Valerie Huber. Screengrab via YouTube user Point of View Radio Talk Show
On Friday, Planned Parenthood announced it would be suing Valerie Huber, the Department of Health and Human Services official instrumental in promoting the Trump administration's abstinence-only agenda.In the suit, Planned Parenthood attorneys argue that both Huber’s and HHS Secretary Alex Azar’s radical remaking of the country’s Teen Pregnancy Prevention Program (TPPP) to prioritize an “abstinence-only-until-marriage” and “sexual risk avoidance” curriculum takes too dramatic a turn from what the program was meant to do in the first place: use scientifically-supported and evidence-based approaches to curb teen pregnancy.
Planned Parenthood says it’s unlawful to put the federal funds toward a mission so divorced from what they were originally intended for. If a judge rules in the organization’s favor, it would effectively safeguard TPPP against any ideologically-driven attacks."Valerie Huber has a long record of pushing ineffective and harmful abstinence-only programs. Now she’s inflicting her agenda on the nation’s young people," Sonya Norsworthy, the interim vice president of education at Planned Parenthood Federation of America, tells Broadly in a statement."We’ve seen firsthand how information, education and resources empower young people to plan their futures and stay healthy," she continues. "Abstinence-only programs are not only ineffective, they shame and stigmatize LGBTQ youth and survivors of sexual assault."Huber previously served as the president of Ascend, formerly known as the National Abstinence Education Association, for a decade before taking up her post in HHS. A rare shift within the department in March gave her complete control over over who and what the country’s $260 million in family-planning funds go toward.With her newly gained power, Huber announced her plans to shift the goals of TPPP in April, when the department issued two Funding Opportunity Announcements that boasted of funding more Teen Pregnancy Prevention programs than it did in its previous iteration. But there was a catch: The new programs would focus on “ensuring all youth understand that teen sex is a risk behavior,” and emphasize how the “avoidance” and “reduction” of that risk — coded words and phrases that all suggest a move toward abstinence-only education.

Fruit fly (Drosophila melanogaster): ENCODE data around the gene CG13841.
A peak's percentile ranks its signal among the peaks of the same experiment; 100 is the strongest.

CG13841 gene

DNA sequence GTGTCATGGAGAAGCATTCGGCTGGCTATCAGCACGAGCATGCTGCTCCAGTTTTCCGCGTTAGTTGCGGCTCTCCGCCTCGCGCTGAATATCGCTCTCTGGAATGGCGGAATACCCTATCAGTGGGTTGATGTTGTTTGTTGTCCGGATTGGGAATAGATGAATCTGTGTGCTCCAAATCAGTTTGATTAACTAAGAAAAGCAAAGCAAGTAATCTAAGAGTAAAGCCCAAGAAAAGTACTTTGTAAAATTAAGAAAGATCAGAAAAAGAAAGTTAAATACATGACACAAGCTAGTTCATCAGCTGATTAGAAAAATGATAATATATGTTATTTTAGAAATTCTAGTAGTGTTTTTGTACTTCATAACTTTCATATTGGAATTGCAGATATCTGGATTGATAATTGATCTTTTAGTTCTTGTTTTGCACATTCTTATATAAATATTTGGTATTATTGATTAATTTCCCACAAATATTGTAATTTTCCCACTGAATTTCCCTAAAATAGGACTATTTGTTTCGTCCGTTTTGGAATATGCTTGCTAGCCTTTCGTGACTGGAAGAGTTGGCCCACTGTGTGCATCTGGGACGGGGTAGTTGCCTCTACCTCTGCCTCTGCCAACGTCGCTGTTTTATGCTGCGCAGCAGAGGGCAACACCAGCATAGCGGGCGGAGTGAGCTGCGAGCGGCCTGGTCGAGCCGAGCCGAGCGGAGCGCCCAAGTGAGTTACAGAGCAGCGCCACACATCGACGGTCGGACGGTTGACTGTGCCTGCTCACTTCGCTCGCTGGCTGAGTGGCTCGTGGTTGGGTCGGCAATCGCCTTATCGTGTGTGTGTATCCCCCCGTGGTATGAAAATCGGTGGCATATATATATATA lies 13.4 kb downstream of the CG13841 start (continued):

The month before, Huber spoke about her hopes for the program during a closed-door meeting part of the United Nations Commission on the Status of Women, an annual conference where, this year, Huber was one of two officials representing the United States.“She spoke of ‘trying to get women to make better choices in the future,’ which is that terrifying and outmoded idea that women make bad sexual choices and that what happens to them is their fault,” a delegate who sat in on the meeting told BuzzFeed News at the time.
Huber and her colleagues at HHS had initially tried to slash TPPP altogether, deciding to eliminate the program in July 2017, just a month after word that the country’s steadily declining teen pregnancy rate had hit an all-time low. Their decision to end the Obama-era program was met with a legal challenge leveled by the city of Baltimore, Seattle, Washington’s King County, and the Healthy Teen Network — all of which received grants from the program — which put enough pressure on the administration to keep it.Now, it’s the goal of advocates like Planned Parenthood to make sure that the program doesn’t just continue running, but takes up the mantle of science, reason, and reproductive justice.Norsworthy says: "Planned Parenthood will fight Huber’s dangerous policies and any efforts by Trump officials to attack young people’s access to education and information."